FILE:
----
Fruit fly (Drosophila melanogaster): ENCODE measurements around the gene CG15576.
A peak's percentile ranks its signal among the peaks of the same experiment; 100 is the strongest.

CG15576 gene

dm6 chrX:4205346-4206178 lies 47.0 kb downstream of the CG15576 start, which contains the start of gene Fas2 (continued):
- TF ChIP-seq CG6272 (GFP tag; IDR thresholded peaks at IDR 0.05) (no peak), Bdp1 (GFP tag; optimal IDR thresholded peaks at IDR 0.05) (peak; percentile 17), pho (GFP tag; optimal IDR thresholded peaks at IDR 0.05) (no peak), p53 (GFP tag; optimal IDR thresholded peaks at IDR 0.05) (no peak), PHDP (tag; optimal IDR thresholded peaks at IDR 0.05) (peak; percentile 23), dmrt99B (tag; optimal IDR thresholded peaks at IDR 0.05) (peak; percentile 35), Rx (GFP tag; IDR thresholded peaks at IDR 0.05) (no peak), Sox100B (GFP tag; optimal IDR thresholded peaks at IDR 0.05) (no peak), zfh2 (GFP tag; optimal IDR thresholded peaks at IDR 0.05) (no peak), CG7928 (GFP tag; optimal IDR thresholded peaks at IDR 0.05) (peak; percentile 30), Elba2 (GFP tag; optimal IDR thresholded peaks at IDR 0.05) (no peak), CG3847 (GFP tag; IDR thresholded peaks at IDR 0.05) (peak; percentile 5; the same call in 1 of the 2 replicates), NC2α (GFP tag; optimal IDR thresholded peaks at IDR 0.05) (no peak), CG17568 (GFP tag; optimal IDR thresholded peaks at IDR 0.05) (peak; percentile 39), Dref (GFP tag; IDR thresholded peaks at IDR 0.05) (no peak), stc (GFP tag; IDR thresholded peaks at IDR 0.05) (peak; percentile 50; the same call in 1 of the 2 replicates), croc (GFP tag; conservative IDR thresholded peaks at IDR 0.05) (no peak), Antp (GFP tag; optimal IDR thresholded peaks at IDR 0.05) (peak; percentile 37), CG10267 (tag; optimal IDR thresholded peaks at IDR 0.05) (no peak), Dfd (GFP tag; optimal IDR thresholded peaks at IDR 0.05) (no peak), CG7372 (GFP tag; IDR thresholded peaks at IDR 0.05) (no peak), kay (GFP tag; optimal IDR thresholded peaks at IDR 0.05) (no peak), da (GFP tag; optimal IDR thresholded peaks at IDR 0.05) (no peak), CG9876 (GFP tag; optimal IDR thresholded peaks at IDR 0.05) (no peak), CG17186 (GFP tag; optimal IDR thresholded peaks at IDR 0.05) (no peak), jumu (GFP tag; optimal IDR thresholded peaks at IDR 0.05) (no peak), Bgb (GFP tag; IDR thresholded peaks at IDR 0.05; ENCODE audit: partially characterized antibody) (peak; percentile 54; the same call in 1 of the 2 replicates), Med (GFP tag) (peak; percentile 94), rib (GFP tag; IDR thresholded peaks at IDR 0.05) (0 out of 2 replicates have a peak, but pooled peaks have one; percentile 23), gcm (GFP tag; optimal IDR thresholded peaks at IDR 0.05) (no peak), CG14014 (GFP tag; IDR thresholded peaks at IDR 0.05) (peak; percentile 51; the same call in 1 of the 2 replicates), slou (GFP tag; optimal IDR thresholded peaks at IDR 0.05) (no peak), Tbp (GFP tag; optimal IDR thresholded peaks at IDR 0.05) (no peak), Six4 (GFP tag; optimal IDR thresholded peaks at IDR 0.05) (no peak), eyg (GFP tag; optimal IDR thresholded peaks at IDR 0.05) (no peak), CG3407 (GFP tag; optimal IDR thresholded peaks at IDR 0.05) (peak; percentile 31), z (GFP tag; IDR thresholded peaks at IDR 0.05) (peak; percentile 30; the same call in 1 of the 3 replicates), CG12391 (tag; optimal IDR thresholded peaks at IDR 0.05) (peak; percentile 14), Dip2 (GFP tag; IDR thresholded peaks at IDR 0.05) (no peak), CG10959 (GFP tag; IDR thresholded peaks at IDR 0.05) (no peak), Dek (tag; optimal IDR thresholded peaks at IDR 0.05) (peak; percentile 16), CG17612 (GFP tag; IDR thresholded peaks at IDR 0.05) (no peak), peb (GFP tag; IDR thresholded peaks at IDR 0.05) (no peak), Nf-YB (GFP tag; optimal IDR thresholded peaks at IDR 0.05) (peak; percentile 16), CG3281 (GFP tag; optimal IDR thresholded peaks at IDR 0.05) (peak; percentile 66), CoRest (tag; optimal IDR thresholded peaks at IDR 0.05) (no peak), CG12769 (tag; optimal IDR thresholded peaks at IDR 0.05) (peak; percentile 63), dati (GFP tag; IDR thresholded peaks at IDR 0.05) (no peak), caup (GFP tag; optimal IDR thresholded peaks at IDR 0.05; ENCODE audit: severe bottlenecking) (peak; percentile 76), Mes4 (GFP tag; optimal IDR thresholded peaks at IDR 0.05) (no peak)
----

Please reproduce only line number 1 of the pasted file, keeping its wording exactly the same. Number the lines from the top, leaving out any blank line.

Fruit fly (Drosophila melanogaster): ENCODE measurements around the gene CG15576.